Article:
What can be done? This webinar will look realistically at lethal and non- lethal management options available to individuals and communities such as vegetation management, fencing, repellents and scare techniques, as well as population management using hunting. Many communities have worked together to educate citizens, stakeholders, and government officials to build consensus and develop strategies to manage overabundant deer populations using non-lethal techniques as well as managed hunts, sharpshooters, and more widespread use of legal hunting. After many decades of dealing with deer problems in Maryland this webinar will look at what works, what doesn’t, and the types of strategies are needed to implement effective community deer management in a developing landscape.

The speakers for the webinar will be Jonathan Kays, Extension Natural Resources Specialist and George Timko, Deer Biologist with the MD DNR Wildlife Division. Much of the information covered is found in the extension publication, Managing Deer Damage in Maryland (EB354C).

More information on managing deer can be found at:
Caring for Deer and Forests: A Resource Center for Eastern North America

Wednesday, January 6, 2010

Webinar - Beginning Maple Syrup Production

The PA Forests Web Seminar Center is pleased to announce the January webinar. Bob Hansen, Forest Resources and Maple Products Extension Educator, Penn State Cooperative Extension, will be presenting Beginning Maple Syrup Production on Tuesday, January 12th at noon and again at 7 p.m. Each seminar lasts approximately one hour.

Many forest landowners seek additional opportunities to generate income off their property, not tied to harvesting timber; others like to be self-sufficient and make use of the resource they have; other landowners are looking for family-centered hobbies making use of their forested resources. This webinar will introduce the process of making maple syrup on a small scale, from selecting trees to managing your sugar bush, and what to think about if you want to get bigger and turn it into a business. Live presentations qualify for 1.0 SAF CFE, Category 2 credit.

Live seminars are scheduled for the second Tuesday of every month at noon and 7 p.m. Each session is recorded and loaded onto the Web Seminar Center along with a copy of the presentation and any handout materials. So, if you are unable to participate in the "live" session, a recording of it will be available for you to view at your convenience. Of course, none of the interactive elements will be available when watching the recording.

To participate in the live seminars you must register and have a "Friend of Penn State" user ID. The "Register Now" page on the website will walk you through this process. If you are a member of the Penn State community, you already have your User ID, but we ask that you register on the website so you can receive reminders of upcoming programs.

Participation in the web seminar does not require any special software. To view live and previously recorded webinars all you need is a high-speed Internet connection and sound.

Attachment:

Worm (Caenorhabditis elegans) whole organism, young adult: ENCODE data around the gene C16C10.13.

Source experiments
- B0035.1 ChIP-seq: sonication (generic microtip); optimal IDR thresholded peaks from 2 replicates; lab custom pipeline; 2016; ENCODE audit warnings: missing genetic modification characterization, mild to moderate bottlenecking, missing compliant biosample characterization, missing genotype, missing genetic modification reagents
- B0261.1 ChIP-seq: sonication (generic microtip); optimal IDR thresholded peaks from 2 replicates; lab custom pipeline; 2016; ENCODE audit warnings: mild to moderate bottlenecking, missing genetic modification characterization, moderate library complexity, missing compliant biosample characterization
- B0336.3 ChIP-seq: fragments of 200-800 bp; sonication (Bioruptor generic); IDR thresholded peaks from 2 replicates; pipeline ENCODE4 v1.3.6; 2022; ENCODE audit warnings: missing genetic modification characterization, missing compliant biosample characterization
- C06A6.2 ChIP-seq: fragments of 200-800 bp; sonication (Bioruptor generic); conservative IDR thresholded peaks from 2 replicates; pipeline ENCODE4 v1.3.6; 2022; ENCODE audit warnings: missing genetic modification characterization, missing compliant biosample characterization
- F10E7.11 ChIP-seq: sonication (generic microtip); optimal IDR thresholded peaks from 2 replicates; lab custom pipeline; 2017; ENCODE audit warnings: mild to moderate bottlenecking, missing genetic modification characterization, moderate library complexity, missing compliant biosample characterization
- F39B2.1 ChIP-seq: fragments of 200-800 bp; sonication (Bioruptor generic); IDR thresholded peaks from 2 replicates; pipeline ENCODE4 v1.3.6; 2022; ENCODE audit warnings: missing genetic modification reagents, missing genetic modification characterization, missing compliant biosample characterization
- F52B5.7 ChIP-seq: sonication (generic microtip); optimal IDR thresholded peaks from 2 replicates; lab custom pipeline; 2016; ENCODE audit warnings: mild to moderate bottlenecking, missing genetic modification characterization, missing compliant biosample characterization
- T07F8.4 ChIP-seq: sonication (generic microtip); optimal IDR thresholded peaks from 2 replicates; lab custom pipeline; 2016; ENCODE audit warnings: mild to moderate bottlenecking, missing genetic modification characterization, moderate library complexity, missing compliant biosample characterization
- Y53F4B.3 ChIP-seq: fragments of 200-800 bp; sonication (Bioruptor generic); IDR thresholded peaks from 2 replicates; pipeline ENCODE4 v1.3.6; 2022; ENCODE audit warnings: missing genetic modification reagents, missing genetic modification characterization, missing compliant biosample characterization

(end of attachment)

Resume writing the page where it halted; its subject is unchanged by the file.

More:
Click here to view other upcoming webinars.

Monday, January 4, 2010

Central Pennsylvania Forest Landowner Conference Announced

Penn State Cooperative Extension, in partnership with Penn State School of Forest Resources, DCNR Bureau of Forestry, and the Woodland Owners Association of Centre County are pleased to announce the 2010 Central Region Forest Landowners Conference. The conference is scheduled from 9:00 AM - 4:00 PM, Saturday, February 27, 2010, at the Penn State School of Forest Resources Building, University Park, PA. This year the conference focuses on “What Every Forest Landowner Needs to Know.” Topics include: tree identification, maps and boundaries, timber sales, habitat enhancement, woodlot safety, insects and diseases, forest ecology, timber taxes, and others.

Pennsylvania has nearly 17 million acres of forests covering 60% of the state’s land area. The largest share of Pennsylvania’s forest is privately owned, accounting for more than 70% of the forested acres (12.5 million acres). Estimates put the number of private forest owners at more than 750,000. Families own forest for diverse reasons including values such as aesthetics, wildlife, privacy, and family legacy.

Pennsylvania’s forests support a forest products industry that is a key component of the state’s economy. The industry is the fourth largest in the state, employing over 90,000 workers in 2,500 firms and contributing more than 5 billion dollars to the state’s economy annually. Pennsylvania’s forests also provide habitat for a diversity of plants and wildlife. They are a source of beauty and serve as a place to recreate. Our forests also help to purify the air we breathe and the water we drink.

The forests of Pennsylvania are a renewable resource. Please plan to attend this year’s conference to learn how you can properly manage your forest to ensure it provides continued benefits into the future.

To register or for more information contact the Penn State Cooperative Extension office in Centre County at 814-355-4897 or e-mail The registration fee is $20.00 per person and includes presentations, a luncheon, and educational materials. The deadline for registration is Friday, February 20. Participants must be pre-registered. To download a copy of the conference brochure click here.